Relevance of Input

I find myself at a solid advantage, since I can at any time go to my local branch of Steimatzky [סטימצקי‎] or Tsomet Sfarim [צומת ספרים] and pick up a Hebrew novel to bring home. In my home library, I have Hebrew translations of The Chronicles of Narnia, the entire Harry Potter series, the works of Plato, and a wealth of originally Hebrew books. That’s one of the advantages of living in Israel for nearly 15 years. You can easily find Hebrew literature (both translated and original-language) to keep you occupied all the time. The question is what the student of Hebrew can get their hands on that is:

    1. Level-appropriate. If someone is just attempting their first bit of reading, it would be too much to jump directly into academic journals written in Hebrew. Any input that is going to be relevant must present information in language that is intelligible to the reader with minimal effort. That is, spending an hour in a dictionary looking for every word or in a grammar book trying to figure out unusual forms will not show much production. Beginners need to have materials that are written for beginners, and those who are advanced might not be able to be challenged by books like See Spot Run.
    2. Copious. There must be enough material that you will not get stuck or bored by being limited to reading the same stories all the time. Only children beg for the same story every night before going to sleep. It just so happens that adults like to change it up, to experience a new tale, to let their imaginations wander. Well, I like to think this is true—and in the case of someone who wishes to acquire Hebrew, I think I’m save in that hope. It’s a bad thing to not have access to more input, so we need to find ways to constantly have more input and to move from one source to another.
    3. Engaging. Whatever you read, whatever stories you listen to, it must be something that holds your attention and keeps you engaged. If it’s not a story that you’re interested in, you will see it only as a bunch of words that hold no relevance, and you will not be motivated to remember what you read, to see it in your mind’s eye, to relate to the point of the author. If you don’t like fables, don’t force yourself to read fables. If you don’t like religious books, don’t read religious books. If you don’t like novels, don’t read novels. Find what interests you, and feel no shame in your natural interest.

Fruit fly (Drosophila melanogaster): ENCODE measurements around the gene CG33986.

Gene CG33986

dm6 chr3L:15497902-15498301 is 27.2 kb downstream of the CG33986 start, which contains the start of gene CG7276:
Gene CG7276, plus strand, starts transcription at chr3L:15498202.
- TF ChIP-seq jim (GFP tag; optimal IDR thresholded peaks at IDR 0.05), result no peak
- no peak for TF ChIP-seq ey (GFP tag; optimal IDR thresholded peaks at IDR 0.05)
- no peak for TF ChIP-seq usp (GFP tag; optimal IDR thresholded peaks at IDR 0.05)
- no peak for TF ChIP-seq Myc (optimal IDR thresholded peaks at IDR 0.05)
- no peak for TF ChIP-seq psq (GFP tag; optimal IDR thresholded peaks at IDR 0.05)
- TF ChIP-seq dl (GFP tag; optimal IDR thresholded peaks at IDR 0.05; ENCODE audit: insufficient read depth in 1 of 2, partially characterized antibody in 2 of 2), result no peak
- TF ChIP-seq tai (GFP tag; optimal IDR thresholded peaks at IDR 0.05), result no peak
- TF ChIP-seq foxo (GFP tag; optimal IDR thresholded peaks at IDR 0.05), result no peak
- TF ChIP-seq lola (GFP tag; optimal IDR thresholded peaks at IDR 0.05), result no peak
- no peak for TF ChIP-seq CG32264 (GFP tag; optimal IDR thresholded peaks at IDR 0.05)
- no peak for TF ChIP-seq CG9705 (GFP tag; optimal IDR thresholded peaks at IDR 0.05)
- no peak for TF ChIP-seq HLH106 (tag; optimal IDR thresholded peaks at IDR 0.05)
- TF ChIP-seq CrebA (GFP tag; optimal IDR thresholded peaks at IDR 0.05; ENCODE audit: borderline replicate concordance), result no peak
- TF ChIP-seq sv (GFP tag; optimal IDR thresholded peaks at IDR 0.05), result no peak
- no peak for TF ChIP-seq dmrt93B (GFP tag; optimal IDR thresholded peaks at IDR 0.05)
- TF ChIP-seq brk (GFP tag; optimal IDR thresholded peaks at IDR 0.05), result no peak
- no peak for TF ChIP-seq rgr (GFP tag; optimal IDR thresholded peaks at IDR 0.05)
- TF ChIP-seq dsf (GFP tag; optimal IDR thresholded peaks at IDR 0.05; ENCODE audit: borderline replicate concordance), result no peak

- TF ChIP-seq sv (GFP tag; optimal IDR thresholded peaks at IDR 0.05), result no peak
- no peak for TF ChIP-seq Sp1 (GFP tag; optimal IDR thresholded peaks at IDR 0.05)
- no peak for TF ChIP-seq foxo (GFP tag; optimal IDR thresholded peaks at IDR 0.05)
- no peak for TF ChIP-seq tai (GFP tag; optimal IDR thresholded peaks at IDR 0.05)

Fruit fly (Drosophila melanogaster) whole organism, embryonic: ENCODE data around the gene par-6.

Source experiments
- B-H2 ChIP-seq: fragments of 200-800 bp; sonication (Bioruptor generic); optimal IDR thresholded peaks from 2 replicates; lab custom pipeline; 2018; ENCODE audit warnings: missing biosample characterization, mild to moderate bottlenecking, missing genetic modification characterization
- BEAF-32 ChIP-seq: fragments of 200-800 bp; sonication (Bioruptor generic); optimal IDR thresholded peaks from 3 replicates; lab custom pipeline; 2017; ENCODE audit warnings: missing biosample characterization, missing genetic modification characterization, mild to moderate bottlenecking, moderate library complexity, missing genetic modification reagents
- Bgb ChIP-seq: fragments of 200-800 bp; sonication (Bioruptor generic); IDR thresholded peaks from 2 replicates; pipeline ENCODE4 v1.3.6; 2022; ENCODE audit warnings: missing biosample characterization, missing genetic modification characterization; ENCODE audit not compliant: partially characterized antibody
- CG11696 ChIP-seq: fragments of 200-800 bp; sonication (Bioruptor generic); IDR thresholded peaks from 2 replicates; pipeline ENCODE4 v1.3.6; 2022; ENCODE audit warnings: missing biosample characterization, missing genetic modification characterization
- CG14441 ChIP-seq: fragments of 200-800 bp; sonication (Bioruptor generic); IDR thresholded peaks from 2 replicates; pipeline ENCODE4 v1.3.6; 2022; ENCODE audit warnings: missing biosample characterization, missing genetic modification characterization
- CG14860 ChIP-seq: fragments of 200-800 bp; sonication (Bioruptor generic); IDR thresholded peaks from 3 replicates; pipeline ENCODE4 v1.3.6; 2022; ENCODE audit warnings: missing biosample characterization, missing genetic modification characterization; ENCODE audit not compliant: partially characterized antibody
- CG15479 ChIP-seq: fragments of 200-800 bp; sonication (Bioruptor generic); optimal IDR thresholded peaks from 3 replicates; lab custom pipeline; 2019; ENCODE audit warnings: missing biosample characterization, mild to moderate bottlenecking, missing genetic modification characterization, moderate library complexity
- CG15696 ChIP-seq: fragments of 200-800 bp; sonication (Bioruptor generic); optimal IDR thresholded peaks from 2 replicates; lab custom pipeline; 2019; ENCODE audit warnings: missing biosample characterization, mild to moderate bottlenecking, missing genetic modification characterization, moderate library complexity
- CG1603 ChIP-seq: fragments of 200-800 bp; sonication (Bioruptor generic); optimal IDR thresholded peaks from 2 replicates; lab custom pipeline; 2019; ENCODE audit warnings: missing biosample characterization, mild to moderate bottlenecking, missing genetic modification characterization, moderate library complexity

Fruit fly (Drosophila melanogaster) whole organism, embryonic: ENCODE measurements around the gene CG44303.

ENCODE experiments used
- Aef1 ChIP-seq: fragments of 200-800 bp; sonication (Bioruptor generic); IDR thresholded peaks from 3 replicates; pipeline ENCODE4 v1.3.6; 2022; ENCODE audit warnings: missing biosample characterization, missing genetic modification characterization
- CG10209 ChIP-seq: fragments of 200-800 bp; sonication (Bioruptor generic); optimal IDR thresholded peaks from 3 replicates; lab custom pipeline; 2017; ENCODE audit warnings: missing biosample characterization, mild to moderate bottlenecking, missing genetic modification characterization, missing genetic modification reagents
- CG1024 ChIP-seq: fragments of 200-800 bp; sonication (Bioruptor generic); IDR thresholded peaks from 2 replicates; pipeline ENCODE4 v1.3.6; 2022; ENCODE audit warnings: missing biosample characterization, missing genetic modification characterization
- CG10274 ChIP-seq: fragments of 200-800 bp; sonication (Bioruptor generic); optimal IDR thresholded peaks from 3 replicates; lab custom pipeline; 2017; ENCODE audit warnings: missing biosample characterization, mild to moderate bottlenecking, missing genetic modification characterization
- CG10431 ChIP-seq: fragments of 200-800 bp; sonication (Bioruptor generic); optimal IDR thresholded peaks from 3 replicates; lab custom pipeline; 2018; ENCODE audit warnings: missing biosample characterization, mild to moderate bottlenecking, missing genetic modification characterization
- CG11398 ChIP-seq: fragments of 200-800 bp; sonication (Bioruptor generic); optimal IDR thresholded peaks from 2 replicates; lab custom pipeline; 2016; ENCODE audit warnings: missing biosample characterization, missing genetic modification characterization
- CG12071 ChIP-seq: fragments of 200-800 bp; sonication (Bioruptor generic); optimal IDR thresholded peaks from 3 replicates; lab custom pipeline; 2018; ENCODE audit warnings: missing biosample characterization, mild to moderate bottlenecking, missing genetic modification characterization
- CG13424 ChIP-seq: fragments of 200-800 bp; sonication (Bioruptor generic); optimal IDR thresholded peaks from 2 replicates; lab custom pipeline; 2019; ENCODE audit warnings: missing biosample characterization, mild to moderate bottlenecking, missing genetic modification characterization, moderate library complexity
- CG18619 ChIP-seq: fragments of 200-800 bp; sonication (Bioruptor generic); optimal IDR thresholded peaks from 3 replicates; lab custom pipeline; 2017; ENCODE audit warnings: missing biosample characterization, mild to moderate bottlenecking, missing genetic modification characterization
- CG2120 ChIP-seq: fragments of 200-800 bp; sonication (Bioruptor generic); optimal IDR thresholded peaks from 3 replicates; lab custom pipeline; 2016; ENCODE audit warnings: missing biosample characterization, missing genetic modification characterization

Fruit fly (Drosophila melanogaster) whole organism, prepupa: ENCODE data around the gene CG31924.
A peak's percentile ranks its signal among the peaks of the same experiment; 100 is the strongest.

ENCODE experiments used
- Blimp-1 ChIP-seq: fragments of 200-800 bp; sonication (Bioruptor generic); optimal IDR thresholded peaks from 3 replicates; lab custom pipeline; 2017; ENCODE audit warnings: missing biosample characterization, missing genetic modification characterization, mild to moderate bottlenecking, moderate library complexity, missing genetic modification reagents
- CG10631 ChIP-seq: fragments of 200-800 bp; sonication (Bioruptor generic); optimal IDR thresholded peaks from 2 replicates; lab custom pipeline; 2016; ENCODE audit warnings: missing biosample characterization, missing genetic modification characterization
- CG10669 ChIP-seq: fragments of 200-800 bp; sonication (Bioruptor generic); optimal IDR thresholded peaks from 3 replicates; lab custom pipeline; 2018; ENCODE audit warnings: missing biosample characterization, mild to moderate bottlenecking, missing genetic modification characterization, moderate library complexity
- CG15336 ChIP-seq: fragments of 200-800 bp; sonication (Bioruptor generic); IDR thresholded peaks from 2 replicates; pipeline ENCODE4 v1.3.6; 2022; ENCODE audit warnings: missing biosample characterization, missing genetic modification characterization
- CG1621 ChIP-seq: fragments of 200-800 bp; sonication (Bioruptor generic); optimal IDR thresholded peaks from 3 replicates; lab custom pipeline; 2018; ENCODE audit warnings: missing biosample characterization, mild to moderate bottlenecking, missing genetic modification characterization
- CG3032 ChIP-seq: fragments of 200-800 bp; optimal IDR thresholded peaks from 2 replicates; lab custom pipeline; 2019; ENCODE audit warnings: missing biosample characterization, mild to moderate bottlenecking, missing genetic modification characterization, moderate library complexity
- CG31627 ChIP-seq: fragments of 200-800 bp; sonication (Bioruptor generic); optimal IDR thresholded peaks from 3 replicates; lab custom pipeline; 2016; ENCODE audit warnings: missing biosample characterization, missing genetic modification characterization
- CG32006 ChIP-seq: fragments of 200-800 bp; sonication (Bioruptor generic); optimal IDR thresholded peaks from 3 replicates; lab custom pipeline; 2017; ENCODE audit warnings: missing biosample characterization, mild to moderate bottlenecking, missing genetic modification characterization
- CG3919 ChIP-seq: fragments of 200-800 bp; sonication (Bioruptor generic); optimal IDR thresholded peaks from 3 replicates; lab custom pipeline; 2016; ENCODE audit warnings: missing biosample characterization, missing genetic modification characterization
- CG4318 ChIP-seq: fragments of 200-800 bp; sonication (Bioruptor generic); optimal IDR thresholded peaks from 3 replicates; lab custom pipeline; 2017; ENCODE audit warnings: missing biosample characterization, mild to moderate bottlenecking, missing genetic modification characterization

4. Enriching. What you choose to read should ideally provide you with vocabulary that you’re unfamiliar with and with syntax that expands what you are already able to use on your own. The idea is that input (i) should be a bit more difficult than what you’re able to produce in the language (that is, i + 1). It’s hard to find that balance when you’re seeking out material that interests you, but many times interest in the subject can overcome quite a bit of level difference. If you know the material in your own language and are engaged by the ideas, you are more likely to easily acquire new vocabulary, and the syntax will generally just “make sense” because it’s the message that you’re receiving rather than the specific expression of it.
    5. Free. That is, in the sense of “unrestricted,” not necessarily “without cost.” If you’re able to move from one story to another, you will not feel obligated to finish a story. That is a good thing! If you start reading a book, you don’t have to read through to the end. No one should force you to read what you don’t find engaging and interesting. You can put it down and start something new—and your reading should be completely free and unobligated (unless you’re engaged in an academic pursuit!). I recall an analogy that I read somewhere that referred to books as gardens through which the reader should feel free to stroll, smelling those flowers that are pleasant to him, making his own choices, moving at his own pace. If a certain garden has no interest for you, go to a different garden. Don’t give up reading (to break the analogy) because you didn’t find one book to your liking.

Frozen in Hebrew

Pointers for Input Seekers

I’d like to summarize all of this in a few pointers for those who are seeking Hebrew input.

    1. Try using the Hebrew expression סיפורים קצרים “short stories” on Google and on YouTube. This should turn up lots of results among which you can freely choose what you find interesting, whether written or audio-visual.
    2. Try searching for your favorite Disney songs in Hebrew on YouTube. From “Cinderella” to “Frozen,” there are Hebrew versions of your most beloved Disney songs, and you can find them on YouTube. Just put in the name of the song and add “Hebrew.” Simple as that!
    3. Try listening to Israeli music. If any song really strikes a chord with you, set about learning the words and committing it to memory. Try singing it and feeling the natural flow of the language.
    4. Keep moving in your reading habits. If you get stuck in a book or story and don’t find yourself moving forward, find something else to read. Don’t feel chained down to one specific work. Feel free to find something that really engages you.
    5. Buy a dictionary. Most successful language acquirers will tell you that there is nothing as indispensable as a good dictionary. Whether it’s digital or print, find a dictionary that you can use to look up words and keep moving forward.

At any point, if you have questions or problems, jump over the Hebrew Café Facebook group and let us know. Our members will be more than happy to help you in locating material and identifying appropriate input sources for you.

Is there anything that you would add? Comment below!

References

Chayat, S., Israeli, S. & Kobliner, H. (2000). Hebrew from Scratch [עִבְרִית מִן־הַהַתְחָלָה]. Jerusalem: Akademon.

Krashen, S. (2019). Optimal input. Retrieved from http://www.sdkrashen.com/content/articles/university_of_isfahan_dec_2019.pdf

Rosén, H. (1976). A Textbook of Israeli Hebrew. (Second Ed.). Chicago, IL: Univ. of Chicago Press.